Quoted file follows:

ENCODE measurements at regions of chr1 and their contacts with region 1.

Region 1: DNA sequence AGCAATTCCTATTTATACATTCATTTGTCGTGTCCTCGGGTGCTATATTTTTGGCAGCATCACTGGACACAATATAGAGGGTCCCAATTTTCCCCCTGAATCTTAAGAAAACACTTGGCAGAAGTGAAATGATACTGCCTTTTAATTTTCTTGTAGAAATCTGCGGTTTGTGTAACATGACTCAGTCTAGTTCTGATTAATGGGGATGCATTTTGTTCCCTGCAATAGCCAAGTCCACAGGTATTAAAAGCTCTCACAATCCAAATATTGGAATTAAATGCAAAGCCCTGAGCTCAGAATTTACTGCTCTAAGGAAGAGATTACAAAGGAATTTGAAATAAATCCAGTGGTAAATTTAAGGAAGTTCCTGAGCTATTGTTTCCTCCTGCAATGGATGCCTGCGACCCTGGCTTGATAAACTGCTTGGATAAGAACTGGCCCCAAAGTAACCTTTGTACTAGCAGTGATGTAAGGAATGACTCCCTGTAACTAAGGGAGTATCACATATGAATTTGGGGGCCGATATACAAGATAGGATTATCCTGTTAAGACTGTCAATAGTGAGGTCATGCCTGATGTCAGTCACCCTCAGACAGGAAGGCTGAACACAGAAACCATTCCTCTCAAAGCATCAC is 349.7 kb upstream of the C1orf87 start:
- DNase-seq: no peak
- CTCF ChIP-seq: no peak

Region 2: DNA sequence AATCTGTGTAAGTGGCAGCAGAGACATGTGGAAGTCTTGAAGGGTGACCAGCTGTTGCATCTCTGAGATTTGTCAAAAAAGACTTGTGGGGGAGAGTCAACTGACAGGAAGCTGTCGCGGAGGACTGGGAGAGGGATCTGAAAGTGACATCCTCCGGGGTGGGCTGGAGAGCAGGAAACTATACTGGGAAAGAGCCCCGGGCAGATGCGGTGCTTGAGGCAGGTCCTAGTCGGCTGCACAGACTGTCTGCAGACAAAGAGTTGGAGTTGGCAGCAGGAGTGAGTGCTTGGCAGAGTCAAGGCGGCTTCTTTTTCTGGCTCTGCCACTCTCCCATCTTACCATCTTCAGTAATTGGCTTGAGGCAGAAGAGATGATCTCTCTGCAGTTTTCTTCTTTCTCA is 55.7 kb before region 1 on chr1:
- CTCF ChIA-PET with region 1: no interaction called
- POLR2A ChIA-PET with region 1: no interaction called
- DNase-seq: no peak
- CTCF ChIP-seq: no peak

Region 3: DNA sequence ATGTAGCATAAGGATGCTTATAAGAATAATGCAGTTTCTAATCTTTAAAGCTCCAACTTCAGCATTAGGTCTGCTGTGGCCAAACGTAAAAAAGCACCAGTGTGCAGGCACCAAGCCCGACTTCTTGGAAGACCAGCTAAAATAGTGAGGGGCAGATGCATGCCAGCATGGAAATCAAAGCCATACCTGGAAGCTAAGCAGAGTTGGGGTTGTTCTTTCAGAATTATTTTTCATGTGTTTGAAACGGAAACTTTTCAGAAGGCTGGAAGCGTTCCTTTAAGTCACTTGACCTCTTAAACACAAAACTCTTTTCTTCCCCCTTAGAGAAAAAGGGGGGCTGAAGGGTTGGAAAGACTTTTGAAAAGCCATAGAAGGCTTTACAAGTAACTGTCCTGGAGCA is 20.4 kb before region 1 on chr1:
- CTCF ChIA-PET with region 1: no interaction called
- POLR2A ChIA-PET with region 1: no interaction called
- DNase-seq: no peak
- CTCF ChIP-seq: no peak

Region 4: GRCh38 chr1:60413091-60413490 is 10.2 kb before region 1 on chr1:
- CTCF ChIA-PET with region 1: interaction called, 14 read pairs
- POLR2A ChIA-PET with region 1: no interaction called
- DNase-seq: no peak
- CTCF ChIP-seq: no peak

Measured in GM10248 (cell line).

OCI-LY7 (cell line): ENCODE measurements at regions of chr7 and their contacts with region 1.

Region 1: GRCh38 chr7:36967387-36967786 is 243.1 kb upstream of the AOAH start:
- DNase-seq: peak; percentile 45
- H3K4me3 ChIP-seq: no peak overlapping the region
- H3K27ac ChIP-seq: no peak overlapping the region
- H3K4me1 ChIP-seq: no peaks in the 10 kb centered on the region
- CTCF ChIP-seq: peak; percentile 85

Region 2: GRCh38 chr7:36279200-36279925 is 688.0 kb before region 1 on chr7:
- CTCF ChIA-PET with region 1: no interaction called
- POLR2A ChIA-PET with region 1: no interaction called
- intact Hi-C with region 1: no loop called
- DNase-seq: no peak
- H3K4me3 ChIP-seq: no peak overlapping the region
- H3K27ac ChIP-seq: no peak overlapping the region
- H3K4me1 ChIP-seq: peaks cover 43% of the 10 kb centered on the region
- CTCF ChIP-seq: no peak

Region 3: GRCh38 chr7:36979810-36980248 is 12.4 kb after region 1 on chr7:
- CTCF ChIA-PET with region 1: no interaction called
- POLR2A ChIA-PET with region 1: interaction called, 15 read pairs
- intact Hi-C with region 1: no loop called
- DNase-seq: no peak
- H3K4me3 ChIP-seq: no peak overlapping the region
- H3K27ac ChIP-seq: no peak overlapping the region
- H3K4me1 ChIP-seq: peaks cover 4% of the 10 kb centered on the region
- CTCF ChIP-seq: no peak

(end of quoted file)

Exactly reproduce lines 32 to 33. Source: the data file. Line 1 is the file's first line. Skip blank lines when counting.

- DNase-seq: no peak
- H3K4me3 ChIP-seq: no peak overlapping the region